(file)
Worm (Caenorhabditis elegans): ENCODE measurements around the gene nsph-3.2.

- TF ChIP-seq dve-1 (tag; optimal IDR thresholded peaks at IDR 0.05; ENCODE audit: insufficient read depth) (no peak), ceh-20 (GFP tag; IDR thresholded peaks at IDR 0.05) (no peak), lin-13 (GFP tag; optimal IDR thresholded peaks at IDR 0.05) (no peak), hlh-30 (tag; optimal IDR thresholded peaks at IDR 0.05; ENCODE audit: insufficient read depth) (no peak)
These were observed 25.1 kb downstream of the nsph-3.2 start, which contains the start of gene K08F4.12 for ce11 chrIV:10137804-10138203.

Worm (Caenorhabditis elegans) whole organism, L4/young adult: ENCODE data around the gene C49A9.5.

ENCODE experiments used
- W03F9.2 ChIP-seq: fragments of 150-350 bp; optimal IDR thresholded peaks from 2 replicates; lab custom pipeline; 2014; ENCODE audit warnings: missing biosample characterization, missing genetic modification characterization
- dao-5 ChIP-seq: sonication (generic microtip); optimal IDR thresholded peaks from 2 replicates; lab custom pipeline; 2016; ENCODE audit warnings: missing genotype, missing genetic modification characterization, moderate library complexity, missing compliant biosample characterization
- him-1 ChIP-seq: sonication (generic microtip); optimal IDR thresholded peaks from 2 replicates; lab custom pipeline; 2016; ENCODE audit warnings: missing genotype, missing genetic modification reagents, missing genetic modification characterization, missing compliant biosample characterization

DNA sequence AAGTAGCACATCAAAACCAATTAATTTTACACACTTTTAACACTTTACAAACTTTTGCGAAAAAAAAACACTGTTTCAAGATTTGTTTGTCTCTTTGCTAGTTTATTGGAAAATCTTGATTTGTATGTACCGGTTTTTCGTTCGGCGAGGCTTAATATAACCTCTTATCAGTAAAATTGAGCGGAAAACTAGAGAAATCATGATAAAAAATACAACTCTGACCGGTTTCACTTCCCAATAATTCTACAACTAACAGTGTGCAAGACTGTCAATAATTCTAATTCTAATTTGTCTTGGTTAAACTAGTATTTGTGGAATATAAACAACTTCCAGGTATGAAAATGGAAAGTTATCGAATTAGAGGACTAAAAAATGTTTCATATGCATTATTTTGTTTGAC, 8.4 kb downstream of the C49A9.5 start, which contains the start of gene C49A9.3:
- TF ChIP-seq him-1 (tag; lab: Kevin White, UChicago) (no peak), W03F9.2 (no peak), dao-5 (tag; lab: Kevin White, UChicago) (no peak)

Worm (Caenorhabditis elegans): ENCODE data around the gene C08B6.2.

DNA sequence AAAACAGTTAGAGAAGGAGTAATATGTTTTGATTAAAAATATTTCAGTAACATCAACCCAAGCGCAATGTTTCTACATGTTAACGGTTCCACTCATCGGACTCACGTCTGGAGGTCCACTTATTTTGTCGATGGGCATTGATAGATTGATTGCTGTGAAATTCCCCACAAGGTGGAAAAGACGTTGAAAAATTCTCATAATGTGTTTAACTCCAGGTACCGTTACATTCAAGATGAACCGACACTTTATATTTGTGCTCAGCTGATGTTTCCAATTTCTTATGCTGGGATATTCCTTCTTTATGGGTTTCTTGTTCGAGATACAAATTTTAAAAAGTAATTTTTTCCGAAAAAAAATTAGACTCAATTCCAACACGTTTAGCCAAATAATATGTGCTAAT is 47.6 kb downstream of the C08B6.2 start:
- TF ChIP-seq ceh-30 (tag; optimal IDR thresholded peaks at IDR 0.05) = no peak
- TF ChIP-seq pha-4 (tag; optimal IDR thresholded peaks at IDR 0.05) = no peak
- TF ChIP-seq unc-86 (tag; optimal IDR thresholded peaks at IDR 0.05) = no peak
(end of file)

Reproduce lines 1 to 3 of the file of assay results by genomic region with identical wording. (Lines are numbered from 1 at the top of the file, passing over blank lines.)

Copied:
Worm (Caenorhabditis elegans): ENCODE measurements around the gene nsph-3.2.

- TF ChIP-seq dve-1 (tag; optimal IDR thresholded peaks at IDR 0.05; ENCODE audit: insufficient read depth) (no peak), ceh-20 (GFP tag; IDR thresholded peaks at IDR 0.05) (no peak), lin-13 (GFP tag; optimal IDR thresholded peaks at IDR 0.05) (no peak), hlh-30 (tag; optimal IDR thresholded peaks at IDR 0.05; ENCODE audit: insufficient read depth) (no peak)
These were observed 25.1 kb downstream of the nsph-3.2 start, which contains the start of gene K08F4.12 for ce11 chrIV:10137804-10138203.